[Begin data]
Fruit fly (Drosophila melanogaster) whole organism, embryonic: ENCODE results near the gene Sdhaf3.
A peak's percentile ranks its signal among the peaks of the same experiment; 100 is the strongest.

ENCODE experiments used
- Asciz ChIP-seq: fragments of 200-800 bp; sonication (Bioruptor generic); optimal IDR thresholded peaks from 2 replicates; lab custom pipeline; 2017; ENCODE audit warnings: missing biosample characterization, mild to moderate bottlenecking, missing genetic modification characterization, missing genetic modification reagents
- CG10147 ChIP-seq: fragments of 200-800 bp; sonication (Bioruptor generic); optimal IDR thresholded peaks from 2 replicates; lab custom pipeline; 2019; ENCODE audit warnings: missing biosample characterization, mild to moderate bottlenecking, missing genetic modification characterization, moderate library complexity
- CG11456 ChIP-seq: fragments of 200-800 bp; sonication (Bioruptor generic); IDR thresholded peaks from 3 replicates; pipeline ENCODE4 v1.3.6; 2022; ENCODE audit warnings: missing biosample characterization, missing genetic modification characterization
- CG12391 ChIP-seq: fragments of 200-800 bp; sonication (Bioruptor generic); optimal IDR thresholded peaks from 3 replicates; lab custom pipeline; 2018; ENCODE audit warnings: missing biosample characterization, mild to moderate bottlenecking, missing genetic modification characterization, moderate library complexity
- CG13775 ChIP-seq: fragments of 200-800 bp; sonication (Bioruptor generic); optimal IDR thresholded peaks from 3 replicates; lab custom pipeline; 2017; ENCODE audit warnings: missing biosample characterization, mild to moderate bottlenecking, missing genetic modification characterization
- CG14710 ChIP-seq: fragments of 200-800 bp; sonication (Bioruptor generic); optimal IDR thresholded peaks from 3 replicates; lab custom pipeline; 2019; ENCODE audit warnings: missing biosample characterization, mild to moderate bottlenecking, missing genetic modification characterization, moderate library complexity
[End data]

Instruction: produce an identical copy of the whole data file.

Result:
Fruit fly (Drosophila melanogaster) whole organism, embryonic: ENCODE results near the gene Sdhaf3.
A peak's percentile ranks its signal among the peaks of the same experiment; 100 is the strongest.

ENCODE experiments used
- Asciz ChIP-seq: fragments of 200-800 bp; sonication (Bioruptor generic); optimal IDR thresholded peaks from 2 replicates; lab custom pipeline; 2017; ENCODE audit warnings: missing biosample characterization, mild to moderate bottlenecking, missing genetic modification characterization, missing genetic modification reagents
- CG10147 ChIP-seq: fragments of 200-800 bp; sonication (Bioruptor generic); optimal IDR thresholded peaks from 2 replicates; lab custom pipeline; 2019; ENCODE audit warnings: missing biosample characterization, mild to moderate bottlenecking, missing genetic modification characterization, moderate library complexity
- CG11456 ChIP-seq: fragments of 200-800 bp; sonication (Bioruptor generic); IDR thresholded peaks from 3 replicates; pipeline ENCODE4 v1.3.6; 2022; ENCODE audit warnings: missing biosample characterization, missing genetic modification characterization
- CG12391 ChIP-seq: fragments of 200-800 bp; sonication (Bioruptor generic); optimal IDR thresholded peaks from 3 replicates; lab custom pipeline; 2018; ENCODE audit warnings: missing biosample characterization, mild to moderate bottlenecking, missing genetic modification characterization, moderate library complexity
- CG13775 ChIP-seq: fragments of 200-800 bp; sonication (Bioruptor generic); optimal IDR thresholded peaks from 3 replicates; lab custom pipeline; 2017; ENCODE audit warnings: missing biosample characterization, mild to moderate bottlenecking, missing genetic modification characterization
- CG14710 ChIP-seq: fragments of 200-800 bp; sonication (Bioruptor generic); optimal IDR thresholded peaks from 3 replicates; lab custom pipeline; 2019; ENCODE audit warnings: missing biosample characterization, mild to moderate bottlenecking, missing genetic modification characterization, moderate library complexity